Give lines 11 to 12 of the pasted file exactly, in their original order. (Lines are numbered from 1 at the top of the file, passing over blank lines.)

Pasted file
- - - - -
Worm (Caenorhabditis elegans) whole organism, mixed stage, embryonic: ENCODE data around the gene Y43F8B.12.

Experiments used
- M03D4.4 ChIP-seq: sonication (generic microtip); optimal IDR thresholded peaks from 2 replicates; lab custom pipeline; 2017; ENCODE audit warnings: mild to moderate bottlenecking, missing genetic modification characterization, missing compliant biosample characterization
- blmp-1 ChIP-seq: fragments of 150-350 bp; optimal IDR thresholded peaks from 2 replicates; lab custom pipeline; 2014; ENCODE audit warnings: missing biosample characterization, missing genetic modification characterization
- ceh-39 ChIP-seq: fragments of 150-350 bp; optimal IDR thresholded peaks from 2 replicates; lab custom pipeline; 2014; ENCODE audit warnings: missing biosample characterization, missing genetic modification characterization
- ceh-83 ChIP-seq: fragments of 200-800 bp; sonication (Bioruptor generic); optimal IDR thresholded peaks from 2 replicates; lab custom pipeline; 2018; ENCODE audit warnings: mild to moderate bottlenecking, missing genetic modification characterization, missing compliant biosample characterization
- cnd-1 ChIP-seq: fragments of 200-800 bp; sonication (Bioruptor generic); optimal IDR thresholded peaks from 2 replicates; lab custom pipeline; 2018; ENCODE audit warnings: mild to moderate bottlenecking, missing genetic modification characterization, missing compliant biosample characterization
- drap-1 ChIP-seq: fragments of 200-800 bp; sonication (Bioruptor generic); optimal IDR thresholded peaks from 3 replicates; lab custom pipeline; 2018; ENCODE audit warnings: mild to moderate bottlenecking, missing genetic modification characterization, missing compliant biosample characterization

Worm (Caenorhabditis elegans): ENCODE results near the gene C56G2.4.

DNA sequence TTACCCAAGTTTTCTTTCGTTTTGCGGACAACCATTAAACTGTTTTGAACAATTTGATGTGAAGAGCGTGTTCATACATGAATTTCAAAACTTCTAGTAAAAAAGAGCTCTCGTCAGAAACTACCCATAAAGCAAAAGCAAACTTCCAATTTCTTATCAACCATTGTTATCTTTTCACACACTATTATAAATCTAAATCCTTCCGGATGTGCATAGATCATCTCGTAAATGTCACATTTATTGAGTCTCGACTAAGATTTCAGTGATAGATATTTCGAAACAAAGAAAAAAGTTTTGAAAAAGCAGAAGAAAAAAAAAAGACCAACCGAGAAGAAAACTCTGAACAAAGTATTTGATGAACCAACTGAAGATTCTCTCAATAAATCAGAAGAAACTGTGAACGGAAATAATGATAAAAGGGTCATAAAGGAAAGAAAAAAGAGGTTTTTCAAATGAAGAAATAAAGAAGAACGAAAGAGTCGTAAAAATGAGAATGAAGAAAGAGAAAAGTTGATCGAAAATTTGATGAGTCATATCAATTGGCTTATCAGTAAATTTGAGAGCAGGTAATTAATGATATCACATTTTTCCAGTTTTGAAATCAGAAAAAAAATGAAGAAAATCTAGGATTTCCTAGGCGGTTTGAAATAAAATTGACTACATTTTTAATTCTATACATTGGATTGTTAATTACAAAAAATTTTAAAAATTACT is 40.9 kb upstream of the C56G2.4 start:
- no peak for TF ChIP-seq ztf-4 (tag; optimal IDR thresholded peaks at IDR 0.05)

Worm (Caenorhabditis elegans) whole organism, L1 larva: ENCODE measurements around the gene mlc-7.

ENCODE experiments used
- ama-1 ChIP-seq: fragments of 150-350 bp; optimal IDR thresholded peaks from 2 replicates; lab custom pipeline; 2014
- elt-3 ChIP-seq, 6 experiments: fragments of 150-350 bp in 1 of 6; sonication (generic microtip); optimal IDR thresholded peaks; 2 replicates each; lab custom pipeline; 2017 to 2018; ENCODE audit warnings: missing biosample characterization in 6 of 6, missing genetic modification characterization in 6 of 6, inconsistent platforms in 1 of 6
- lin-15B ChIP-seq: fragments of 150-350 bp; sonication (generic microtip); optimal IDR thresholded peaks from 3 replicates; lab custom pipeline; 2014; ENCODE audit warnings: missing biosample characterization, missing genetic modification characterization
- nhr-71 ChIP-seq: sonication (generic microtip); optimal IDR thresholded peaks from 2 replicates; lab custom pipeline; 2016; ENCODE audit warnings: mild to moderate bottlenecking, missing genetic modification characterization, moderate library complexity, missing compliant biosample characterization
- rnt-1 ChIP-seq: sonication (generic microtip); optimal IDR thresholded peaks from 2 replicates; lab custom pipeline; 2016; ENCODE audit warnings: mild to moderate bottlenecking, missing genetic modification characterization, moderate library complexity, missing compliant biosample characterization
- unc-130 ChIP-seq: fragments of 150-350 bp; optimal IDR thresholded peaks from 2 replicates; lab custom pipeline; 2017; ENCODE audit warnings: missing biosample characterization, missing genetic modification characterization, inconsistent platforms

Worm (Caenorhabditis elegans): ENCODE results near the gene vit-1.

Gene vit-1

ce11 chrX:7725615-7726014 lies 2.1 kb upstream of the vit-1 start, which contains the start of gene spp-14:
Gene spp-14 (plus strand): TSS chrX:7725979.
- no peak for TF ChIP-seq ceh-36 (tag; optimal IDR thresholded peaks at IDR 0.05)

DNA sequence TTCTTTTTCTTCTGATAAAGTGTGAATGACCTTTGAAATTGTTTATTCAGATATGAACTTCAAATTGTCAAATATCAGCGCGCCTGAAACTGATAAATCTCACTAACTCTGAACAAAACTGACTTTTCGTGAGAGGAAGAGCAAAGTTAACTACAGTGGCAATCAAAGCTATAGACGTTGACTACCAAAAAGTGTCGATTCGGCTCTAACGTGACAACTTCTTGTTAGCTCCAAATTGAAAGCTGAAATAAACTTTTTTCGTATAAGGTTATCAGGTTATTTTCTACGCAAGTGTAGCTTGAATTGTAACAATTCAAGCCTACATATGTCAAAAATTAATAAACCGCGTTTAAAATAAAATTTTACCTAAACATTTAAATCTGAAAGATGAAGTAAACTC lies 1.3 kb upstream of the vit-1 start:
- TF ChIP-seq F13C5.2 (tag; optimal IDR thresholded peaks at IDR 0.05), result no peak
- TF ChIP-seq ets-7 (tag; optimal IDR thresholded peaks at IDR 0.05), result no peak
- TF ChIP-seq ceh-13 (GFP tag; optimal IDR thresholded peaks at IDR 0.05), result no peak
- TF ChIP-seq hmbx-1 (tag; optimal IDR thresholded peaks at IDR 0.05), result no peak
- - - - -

- no peak for TF ChIP-seq ztf-4 (tag; optimal IDR thresholded peaks at IDR 0.05)

Worm (Caenorhabditis elegans) whole organism, L1 larva: ENCODE measurements around the gene mlc-7.